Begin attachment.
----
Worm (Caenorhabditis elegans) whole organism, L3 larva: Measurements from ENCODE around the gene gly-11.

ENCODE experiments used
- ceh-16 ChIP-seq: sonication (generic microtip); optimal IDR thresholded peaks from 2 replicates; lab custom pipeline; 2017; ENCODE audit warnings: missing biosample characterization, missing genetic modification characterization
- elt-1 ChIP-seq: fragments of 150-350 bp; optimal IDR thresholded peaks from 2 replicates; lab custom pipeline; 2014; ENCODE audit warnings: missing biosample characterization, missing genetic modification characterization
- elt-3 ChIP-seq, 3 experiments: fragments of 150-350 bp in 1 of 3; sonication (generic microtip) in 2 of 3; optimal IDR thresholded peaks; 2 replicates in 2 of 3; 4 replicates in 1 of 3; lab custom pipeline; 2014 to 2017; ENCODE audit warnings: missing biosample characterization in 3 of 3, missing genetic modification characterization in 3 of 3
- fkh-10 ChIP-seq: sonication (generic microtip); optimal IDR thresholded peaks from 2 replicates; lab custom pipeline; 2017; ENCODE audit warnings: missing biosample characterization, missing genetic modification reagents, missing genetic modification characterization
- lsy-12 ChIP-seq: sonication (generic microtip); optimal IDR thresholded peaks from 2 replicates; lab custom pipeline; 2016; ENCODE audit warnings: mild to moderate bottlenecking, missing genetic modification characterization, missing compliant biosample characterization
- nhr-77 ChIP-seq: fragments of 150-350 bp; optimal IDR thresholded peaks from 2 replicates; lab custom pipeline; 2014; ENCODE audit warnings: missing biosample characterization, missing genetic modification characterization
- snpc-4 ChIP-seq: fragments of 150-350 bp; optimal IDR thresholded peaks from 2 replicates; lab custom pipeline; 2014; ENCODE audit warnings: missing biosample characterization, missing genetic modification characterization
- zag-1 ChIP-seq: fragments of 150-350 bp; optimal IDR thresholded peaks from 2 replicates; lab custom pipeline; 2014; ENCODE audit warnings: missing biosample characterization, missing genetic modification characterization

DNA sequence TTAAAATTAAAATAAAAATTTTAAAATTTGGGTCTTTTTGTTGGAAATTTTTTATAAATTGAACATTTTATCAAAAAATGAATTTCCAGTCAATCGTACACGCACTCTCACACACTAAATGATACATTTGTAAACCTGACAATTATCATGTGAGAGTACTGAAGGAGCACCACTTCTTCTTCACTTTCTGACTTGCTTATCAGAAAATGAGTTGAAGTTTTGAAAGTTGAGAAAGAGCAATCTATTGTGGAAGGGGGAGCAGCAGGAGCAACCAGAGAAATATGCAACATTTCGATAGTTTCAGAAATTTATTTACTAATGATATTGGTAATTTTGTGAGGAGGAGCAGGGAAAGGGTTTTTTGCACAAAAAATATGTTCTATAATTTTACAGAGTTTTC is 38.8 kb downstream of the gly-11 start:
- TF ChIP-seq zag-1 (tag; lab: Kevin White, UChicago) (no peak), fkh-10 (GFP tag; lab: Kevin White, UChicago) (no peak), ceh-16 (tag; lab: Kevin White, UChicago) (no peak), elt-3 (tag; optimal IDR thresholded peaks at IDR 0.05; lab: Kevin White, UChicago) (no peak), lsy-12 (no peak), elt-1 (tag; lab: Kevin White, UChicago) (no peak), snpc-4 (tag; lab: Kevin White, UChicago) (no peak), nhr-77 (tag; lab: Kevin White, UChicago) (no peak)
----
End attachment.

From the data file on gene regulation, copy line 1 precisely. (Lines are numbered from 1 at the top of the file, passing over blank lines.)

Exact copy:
Worm (Caenorhabditis elegans) whole organism, L3 larva: Measurements from ENCODE around the gene gly-11.